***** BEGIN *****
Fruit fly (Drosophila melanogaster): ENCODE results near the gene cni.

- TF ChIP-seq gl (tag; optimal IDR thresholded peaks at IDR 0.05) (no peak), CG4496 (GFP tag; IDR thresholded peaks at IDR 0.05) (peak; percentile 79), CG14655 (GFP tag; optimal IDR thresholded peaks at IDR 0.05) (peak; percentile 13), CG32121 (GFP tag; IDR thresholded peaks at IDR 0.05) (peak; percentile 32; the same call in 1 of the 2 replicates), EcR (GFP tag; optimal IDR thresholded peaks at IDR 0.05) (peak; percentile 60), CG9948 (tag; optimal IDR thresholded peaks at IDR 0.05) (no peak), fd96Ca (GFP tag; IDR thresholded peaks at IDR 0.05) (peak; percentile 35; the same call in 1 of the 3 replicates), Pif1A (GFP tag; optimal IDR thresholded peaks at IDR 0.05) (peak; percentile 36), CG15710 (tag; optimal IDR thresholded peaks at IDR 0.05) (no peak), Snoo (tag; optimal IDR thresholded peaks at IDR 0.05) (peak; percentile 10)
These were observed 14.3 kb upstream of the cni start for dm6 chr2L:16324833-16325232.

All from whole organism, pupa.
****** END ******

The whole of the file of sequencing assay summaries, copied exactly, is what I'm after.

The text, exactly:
Fruit fly (Drosophila melanogaster): ENCODE results near the gene cni.

- TF ChIP-seq gl (tag; optimal IDR thresholded peaks at IDR 0.05) (no peak), CG4496 (GFP tag; IDR thresholded peaks at IDR 0.05) (peak; percentile 79), CG14655 (GFP tag; optimal IDR thresholded peaks at IDR 0.05) (peak; percentile 13), CG32121 (GFP tag; IDR thresholded peaks at IDR 0.05) (peak; percentile 32; the same call in 1 of the 2 replicates), EcR (GFP tag; optimal IDR thresholded peaks at IDR 0.05) (peak; percentile 60), CG9948 (tag; optimal IDR thresholded peaks at IDR 0.05) (no peak), fd96Ca (GFP tag; IDR thresholded peaks at IDR 0.05) (peak; percentile 35; the same call in 1 of the 3 replicates), Pif1A (GFP tag; optimal IDR thresholded peaks at IDR 0.05) (peak; percentile 36), CG15710 (tag; optimal IDR thresholded peaks at IDR 0.05) (no peak), Snoo (tag; optimal IDR thresholded peaks at IDR 0.05) (peak; percentile 10)
These were observed 14.3 kb upstream of the cni start for dm6 chr2L:16324833-16325232.

All from whole organism, pupa.